Amid the rising home prices and mortgage rates, home flipping came down off last quarter’s six-year high, according to the Q3 2016 U.S. Home Flipping Report from ATTOM Data Solutions, a fused property database.
A total of 5.1% of single-family and condo sales during the third quarter were home flipped, down from 5.6% last quarter.
A home flip is a house sold in an arm's length sale for the second time within a 12-month period based on publicly recorded sales deed data collected by ATTOM Data Solutions in more than 950 counties accounting for more than 80% of the U.S. population.
The number of homes flipped decreased from a six-year high of 53,892 in the second quarter this year and from 49,305 homes last year to 45,718 in the third quarter.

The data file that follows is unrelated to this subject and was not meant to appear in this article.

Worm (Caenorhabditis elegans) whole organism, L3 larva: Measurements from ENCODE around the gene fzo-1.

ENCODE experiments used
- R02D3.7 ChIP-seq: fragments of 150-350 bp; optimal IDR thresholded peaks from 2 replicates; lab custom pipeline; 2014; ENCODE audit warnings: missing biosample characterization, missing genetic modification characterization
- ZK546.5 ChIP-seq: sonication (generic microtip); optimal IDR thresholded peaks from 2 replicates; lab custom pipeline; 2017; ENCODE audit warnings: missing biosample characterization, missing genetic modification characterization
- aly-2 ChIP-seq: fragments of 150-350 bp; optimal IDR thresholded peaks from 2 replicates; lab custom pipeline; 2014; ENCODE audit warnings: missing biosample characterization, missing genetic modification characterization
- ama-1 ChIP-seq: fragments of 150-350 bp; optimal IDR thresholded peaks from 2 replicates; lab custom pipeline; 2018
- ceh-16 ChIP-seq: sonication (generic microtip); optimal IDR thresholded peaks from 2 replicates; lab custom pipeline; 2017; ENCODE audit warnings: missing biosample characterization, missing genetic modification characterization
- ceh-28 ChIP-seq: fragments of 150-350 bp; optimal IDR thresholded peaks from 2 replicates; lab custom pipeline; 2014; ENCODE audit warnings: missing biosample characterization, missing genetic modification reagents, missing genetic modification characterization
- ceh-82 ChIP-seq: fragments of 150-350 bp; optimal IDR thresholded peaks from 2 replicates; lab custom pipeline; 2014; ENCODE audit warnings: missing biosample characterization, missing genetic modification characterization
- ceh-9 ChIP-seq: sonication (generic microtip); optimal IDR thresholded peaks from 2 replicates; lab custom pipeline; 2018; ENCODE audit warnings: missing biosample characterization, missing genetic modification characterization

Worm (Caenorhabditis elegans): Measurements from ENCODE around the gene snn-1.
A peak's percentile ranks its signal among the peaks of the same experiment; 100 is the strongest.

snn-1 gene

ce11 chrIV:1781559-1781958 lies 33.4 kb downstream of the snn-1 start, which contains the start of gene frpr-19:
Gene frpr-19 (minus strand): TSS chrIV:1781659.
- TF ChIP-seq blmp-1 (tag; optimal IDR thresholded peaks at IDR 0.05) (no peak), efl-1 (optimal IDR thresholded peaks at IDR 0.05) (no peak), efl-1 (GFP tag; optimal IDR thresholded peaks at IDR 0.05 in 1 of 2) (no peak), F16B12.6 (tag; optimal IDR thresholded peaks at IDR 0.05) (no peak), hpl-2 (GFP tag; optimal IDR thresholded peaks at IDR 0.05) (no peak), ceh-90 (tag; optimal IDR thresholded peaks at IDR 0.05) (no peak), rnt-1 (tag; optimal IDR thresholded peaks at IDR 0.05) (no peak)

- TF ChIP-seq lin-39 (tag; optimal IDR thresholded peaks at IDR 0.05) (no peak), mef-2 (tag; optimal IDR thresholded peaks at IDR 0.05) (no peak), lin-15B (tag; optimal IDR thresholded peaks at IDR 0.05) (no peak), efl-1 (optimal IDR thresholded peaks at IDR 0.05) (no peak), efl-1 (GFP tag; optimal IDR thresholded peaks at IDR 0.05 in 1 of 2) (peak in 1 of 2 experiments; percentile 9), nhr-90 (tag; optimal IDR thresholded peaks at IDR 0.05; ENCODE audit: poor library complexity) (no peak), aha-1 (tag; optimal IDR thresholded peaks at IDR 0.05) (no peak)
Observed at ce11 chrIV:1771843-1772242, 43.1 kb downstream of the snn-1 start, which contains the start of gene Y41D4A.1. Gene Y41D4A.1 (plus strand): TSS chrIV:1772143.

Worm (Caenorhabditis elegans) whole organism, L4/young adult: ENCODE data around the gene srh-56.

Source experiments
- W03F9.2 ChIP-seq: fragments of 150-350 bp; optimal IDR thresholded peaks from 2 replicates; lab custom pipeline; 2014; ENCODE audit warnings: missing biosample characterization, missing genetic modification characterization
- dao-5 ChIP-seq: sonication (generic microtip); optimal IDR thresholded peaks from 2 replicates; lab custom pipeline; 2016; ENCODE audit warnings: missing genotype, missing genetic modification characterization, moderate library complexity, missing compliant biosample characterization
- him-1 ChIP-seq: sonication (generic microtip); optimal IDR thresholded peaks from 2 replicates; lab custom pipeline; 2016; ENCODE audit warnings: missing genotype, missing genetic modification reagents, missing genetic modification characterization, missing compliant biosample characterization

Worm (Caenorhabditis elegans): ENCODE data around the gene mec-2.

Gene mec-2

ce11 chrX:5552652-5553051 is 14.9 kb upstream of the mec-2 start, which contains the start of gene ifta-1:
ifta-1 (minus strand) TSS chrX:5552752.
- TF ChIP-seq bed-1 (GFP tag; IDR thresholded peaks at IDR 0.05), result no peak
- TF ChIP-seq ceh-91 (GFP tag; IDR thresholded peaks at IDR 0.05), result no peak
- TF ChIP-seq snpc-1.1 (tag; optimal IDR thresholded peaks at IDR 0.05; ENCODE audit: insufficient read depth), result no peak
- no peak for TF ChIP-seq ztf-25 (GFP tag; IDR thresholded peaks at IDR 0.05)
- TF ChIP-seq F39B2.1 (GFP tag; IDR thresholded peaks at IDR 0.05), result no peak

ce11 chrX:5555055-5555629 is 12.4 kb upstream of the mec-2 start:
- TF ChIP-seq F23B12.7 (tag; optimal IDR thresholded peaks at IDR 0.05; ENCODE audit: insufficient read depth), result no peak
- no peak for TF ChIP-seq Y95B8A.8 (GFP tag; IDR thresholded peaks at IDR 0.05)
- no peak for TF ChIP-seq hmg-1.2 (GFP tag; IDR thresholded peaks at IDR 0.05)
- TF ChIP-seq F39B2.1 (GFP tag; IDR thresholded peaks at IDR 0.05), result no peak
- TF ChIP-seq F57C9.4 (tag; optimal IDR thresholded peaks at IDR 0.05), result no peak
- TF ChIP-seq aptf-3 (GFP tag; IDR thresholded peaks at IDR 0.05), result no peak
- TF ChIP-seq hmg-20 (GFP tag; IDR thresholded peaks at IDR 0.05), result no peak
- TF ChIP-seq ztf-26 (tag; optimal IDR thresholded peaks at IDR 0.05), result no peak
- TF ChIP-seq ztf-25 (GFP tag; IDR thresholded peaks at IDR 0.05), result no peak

“While the macro trends of low housing inventory and rising home prices are favorable for flippers, they are also a double-edged sword, attracting more competition and reducing the availability of deals — particularly in the most fundamentally sound local markets,” ATTOM Senior Vice President Daren Blomquist said.
“This is chasing some investors into markets and neighborhoods that may be less fundamentally sound but also offer more value-add opportunities for flippers in the form of aging housing inventory,” Blomquist said.
Of the homes flipped in the third quarter, 67.9% were purchased with cash, down from 68.2% last quarter and from 69% last year. In fact, the number of home flippers buying in cash reached its lowest level since the third quarter of 2008.